Outside magazine’s latest issue has a fascinating story of a woman climber whose achievements are largely unrecognised despite their gargantuan nature.
Back in 2000, Lhakpa Sherpa finished her first expedition to the top of Mount Everest becoming the first Nepali woman to make it to the top and back down alive. This was only the start to her successful journeys, to the top of the Sagarmatha. Yes, “journeys”. By that we mean she has conquered the 8,000 meter behemoth a total of 6 times. She went on expeditions each year from 2000 to 2006.
The profile talks of Lhakpa’s childhood, growing up in Nepal at nearly 4000 meters. And how when she started climbing, her first summits were two 6,000 meter ranges, Mera and Yala and then the 8,000 meter ranges of the Everest. But this was over a decade ago and surely a woman who has climbed the Everest half a dozen times must be a somewhat recognised figure, right? Wrong.The most successful female climber lives in Hartford, Connecticut in the US and works two jobs, one as a cashier and another as a housekeeper. She has three children and is also a single mother. She just finalised her divorce from her husband George Dijmarescu and obtained full custody of her daughters. A common Google search on Lhakpa Sherpa barely churns out a hand full of pictures and some thin articles but none highlighting her enormous achievements. Unsurprisingly fellow champion climber and abusive husband Dijmarescu yields better search results for himself than Lhakpa. These results include stories from fellow climbers about Dijmarescu hitting Lhakpa and her teenaged sister during a climb. And a decade of violence and fear at home is partly why Lhakpa is said to have courted the shadows in the last few years.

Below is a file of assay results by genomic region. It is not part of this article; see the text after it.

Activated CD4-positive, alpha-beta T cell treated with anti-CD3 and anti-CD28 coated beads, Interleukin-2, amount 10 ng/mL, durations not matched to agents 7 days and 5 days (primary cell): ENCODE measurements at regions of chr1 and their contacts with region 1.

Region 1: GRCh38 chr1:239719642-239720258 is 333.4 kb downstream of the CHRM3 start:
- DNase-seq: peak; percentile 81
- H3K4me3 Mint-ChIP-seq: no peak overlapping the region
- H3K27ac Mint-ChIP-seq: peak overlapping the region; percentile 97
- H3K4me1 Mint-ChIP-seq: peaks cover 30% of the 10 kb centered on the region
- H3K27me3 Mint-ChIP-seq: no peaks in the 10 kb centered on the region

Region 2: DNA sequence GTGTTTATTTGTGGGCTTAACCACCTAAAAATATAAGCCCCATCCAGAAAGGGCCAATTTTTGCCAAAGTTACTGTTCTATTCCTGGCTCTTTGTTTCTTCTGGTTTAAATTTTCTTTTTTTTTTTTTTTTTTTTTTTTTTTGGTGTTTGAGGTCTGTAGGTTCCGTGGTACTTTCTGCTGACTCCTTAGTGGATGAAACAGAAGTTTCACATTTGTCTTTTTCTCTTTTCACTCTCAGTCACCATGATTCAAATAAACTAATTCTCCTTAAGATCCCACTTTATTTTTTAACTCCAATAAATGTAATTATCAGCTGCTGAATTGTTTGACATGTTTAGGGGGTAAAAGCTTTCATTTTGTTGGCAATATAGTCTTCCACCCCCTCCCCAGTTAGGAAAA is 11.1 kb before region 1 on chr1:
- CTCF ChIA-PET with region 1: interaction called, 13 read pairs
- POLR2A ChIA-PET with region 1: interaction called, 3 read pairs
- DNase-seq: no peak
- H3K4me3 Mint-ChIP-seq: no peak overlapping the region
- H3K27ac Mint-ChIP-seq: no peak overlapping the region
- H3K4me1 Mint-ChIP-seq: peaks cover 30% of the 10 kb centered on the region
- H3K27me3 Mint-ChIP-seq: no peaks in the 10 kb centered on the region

Lhakpa’s obscurity is also a reflection of how Sherpa climbers are viewed as a collective and nothing more than a homogenous, anonymous workforce, to support the glorious individualistic pursuits of First World Climbers.
Most recently Lhakpa tried to climb the Everest in 2010, she was forced to quit halfway due to the bad weather. She is reportedly preparing for her next expedition and is looking forward to conquering the mountain one more time.